Programmatic high priorities at the institutional level include professional development of faculty and staff, strengthening capacity to use labour market data to improve quality and relevance, strengthening the use of and experimentation with e-learning, and supporting the search for other-than-public revenue streams.

USAID programmes supporting institution-level priorities include the following:
  • • Individual training of faculty and staff, long-term or short-term.
  • • Developing a comprehensive faculty and staff development strategy bearing in mind both recruitment of new and retention and development of existing faculty and staff.
  • • Establishing a broader support structure for faculty development to maximise the effectiveness of individual training efforts.
  • • Enhancing faculty development efforts by going beyond strengthening disciplinary knowledge through focusing on a suite of essential skills, among them: active teaching; research; employment of new technologies in teaching; and the skills needed to acquire external financial support.
  • • Developing a comprehensive faculty development strategy by examining the incentive structure for faculty and creating policies that better align incentives for individuals with institutional goals.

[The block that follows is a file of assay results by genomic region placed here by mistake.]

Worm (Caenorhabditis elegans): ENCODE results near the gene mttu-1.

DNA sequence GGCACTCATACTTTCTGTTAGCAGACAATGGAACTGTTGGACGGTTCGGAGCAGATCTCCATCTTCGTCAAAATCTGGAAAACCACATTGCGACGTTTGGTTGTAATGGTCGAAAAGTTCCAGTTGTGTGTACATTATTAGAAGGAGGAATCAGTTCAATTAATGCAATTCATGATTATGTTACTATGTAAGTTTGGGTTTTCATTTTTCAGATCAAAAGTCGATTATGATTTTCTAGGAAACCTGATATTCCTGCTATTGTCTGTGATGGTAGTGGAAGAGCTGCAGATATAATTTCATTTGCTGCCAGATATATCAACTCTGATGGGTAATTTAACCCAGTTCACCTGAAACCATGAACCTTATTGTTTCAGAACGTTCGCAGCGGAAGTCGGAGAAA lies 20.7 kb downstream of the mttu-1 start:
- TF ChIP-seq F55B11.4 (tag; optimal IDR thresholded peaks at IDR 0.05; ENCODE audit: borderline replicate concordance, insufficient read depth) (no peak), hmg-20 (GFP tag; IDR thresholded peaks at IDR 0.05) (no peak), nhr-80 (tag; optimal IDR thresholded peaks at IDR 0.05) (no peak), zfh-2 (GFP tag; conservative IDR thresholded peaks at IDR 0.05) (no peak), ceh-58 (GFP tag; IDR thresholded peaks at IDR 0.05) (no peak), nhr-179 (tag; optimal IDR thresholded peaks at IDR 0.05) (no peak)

• • Assisting institutions to improve quality by investing in internal quality assurance mechanisms.
  • • Assisting institutions to develop ways to more closely interact with stakeholders in the public, private and civil society sectors.
  • • Increasing the use of e-learning tools by existing universities rather than focusing on developing fully online alternatives.
  • • Incentivising international collaboration and public-private partnerships to promote the adoption of innovative, scalable approaches to blended learning.
  • • Establishing regional centres of leadership for the development and implementation of e-learning in higher education.
  • • Developing innovative public-private partnerships to support the funding of institutions.
  • • Strengthening the capacity of institutions to develop a variety of cost-sharing mechanisms where they currently do not exist.
  • • Building capacity to enhance planning and budgeting at the institutional level.
Programmatic high priorities at the country level include assessing and improving the overall quality of higher education institutions and their responsiveness to the labour market, strengthening e-learning and the use of ICTs in higher education, and working with ministries to find solutions to higher education financing challenges.

USAID programmes supporting country-level priorities include the following:
  • • Strengthening higher education quality enhancement and accreditation processes.
  • • Working with governments, specifically ministries of education or higher education commissions or councils, economic ministries and in-country statistics agencies to develop and implement processes for ongoing assessment of the responsiveness of higher education to the labour market.
  • • Facilitating discussions between policy-makers and higher education institutions to design policy to align telecom regulations with the needs of higher education.